government, military and population, the communiqué said. The prime minister will particularly work on the
mobilization of "military authorities" to ensure the success of "the Accord IV of Ouagadougou," the
communiqué stressed.

Both sides have voiced confidence in accomplishing the peace process this year. Nearly 3.5 million people have
been accounted for in the pre-election identification, which will involve a total of 12 million nationals both at
home and abroad, including 9 million voters, the latest information indicated.

The election is seen as the breakthrough in the long-standing impasse over identification, army unification and
other key issues. The country last postponed the vote on Nov. 30 in a series since 2005.

The 8,000-strong United Nations Operation in Cote d'Ivoire has urged the country to fulfill the identification
process by the end of January 2009, and the election by the end of the spring.

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Another Roadmap to Sustainable Cocoa Production
Olaolu Olusina
Lagos, Jan 26, 2009 (This Day/All Africa Global Media via COMTEX) -- There is no doubt that cocoa is
currently blazing a trail. Now regarded as one of the market's best performing commodities, it has defied the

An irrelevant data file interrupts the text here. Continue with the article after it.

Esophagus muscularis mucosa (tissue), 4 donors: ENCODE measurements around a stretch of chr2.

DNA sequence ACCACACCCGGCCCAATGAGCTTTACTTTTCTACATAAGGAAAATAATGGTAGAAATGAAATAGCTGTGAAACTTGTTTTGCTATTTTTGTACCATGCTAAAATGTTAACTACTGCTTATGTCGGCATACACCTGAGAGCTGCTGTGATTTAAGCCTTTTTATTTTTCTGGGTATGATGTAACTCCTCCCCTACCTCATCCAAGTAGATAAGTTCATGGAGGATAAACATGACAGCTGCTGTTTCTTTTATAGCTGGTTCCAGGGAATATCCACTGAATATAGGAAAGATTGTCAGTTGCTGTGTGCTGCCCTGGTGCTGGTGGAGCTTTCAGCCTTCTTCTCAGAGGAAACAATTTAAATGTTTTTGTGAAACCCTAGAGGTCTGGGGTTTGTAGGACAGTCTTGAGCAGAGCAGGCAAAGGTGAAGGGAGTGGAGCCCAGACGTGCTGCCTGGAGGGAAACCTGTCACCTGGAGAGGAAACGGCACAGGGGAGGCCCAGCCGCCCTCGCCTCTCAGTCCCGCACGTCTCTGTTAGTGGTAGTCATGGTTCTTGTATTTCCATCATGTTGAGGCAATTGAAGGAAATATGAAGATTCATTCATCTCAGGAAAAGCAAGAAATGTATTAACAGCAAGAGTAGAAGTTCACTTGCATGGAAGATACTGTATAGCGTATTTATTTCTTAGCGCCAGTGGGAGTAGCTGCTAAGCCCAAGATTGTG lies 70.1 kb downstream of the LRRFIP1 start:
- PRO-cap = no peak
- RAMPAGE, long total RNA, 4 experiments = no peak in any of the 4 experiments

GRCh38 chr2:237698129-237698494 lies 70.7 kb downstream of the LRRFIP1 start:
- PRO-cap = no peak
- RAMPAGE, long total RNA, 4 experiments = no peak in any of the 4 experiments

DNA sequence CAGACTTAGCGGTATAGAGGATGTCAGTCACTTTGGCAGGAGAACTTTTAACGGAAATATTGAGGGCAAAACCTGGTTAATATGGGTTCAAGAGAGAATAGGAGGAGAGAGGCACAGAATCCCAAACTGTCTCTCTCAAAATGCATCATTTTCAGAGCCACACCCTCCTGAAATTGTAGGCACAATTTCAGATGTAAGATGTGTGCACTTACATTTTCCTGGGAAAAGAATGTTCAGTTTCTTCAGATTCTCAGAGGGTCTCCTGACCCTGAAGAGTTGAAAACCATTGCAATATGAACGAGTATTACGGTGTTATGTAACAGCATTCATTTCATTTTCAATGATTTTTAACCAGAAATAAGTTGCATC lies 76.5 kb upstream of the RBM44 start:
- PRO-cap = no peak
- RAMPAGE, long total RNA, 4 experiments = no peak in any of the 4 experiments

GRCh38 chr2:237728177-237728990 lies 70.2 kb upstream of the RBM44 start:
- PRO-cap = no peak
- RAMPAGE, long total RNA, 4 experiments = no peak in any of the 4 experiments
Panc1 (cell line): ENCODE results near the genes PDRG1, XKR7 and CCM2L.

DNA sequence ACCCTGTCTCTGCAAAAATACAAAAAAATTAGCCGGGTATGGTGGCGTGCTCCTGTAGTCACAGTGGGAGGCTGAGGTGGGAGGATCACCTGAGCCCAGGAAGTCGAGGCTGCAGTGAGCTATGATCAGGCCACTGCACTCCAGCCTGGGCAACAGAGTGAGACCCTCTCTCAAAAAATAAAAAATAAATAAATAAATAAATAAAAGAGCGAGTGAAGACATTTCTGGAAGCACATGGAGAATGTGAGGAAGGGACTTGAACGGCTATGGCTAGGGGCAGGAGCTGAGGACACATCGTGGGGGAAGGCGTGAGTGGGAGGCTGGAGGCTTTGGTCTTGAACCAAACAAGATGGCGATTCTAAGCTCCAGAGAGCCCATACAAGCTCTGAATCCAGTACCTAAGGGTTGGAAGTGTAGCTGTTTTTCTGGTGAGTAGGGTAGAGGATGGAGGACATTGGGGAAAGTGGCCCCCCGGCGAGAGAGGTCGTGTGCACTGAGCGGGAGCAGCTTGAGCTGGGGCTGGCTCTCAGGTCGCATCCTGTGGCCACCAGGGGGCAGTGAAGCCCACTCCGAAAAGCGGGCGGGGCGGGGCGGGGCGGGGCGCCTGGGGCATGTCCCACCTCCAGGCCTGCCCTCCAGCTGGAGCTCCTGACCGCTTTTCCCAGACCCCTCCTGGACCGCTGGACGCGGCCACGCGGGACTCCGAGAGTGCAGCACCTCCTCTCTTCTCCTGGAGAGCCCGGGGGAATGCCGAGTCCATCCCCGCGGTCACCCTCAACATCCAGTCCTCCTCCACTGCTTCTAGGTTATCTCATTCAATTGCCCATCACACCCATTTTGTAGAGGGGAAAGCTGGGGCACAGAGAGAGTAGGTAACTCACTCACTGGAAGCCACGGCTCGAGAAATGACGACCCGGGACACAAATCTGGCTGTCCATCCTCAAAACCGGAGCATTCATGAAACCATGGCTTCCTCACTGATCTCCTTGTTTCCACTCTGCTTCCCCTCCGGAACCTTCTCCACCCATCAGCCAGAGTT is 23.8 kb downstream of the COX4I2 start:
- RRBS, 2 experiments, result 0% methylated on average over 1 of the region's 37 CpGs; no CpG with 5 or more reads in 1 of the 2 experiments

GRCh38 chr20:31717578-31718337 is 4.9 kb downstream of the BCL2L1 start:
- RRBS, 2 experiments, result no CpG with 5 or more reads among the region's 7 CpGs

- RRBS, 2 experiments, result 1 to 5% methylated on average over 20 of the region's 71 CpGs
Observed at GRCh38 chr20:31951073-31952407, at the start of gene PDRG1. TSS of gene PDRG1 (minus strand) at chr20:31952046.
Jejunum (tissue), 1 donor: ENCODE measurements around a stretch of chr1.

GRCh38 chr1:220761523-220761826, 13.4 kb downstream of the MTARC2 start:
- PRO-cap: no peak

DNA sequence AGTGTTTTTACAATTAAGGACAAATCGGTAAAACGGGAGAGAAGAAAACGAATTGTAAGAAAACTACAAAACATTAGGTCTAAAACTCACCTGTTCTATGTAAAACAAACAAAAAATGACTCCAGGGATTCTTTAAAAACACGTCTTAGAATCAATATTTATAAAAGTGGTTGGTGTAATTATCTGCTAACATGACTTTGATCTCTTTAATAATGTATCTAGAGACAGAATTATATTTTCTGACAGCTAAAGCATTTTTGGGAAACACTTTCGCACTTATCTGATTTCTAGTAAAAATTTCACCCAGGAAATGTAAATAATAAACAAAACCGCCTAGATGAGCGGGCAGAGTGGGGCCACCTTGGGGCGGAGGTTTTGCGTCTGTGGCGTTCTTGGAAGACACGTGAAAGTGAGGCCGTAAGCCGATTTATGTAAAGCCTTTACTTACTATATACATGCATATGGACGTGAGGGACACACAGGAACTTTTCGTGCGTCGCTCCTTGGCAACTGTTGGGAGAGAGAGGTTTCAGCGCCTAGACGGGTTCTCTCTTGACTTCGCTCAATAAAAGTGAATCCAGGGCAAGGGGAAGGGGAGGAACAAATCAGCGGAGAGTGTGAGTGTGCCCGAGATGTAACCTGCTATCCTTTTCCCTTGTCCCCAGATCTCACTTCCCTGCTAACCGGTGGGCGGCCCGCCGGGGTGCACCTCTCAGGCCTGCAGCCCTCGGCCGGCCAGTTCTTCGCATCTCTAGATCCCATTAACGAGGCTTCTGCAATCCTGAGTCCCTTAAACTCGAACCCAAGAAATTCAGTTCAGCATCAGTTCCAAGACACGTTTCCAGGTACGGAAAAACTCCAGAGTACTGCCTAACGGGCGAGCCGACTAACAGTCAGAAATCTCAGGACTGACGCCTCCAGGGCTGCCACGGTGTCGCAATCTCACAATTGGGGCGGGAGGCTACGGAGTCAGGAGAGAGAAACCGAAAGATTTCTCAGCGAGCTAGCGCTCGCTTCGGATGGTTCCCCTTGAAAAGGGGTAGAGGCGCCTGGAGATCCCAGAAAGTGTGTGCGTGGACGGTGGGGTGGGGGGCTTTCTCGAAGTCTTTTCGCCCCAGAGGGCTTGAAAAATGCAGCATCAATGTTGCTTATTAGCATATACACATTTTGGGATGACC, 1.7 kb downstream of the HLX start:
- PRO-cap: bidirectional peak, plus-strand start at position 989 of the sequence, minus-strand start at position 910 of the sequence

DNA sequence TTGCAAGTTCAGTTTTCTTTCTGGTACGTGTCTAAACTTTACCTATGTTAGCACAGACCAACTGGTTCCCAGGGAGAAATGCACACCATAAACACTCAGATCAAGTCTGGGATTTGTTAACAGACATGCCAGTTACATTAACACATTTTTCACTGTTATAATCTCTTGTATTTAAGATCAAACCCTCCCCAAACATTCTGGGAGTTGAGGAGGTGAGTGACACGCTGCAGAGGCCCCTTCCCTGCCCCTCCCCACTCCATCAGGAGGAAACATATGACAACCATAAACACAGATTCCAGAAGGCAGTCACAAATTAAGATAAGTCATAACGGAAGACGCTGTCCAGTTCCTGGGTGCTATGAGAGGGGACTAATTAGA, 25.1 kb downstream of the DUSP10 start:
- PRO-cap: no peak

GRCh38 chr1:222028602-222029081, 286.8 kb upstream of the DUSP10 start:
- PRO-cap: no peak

current global meltdown that is sending shivers down the spines of economic policy makers. The price of the
commodity that is also known as the 'Tree of Life', in fact, hit a 23-year high last December.

Coming at a time when the price of crude oil is sliding in the international market, the average price of cocoa
keeps appreciating, with London and New York March deliveries standing at $2,581.6 per tonnes as at early
January. Expectations are high that the price may peak at $3,000.

This is surely a good development for West and Central African countries which accounts for 70 per cent of the
world's cocoa output. From Nigeria through Ghana, and down to Cote'd'Ivoire and Gabon, cocoa is currently
enjoying a boom. In South West Nigeria, which is regarded as the cocoa belt of the country, accounting for 70
per cent of Nigeria's annual production of 242,000 metric tonnes, cocoa merchants are reaping a bumper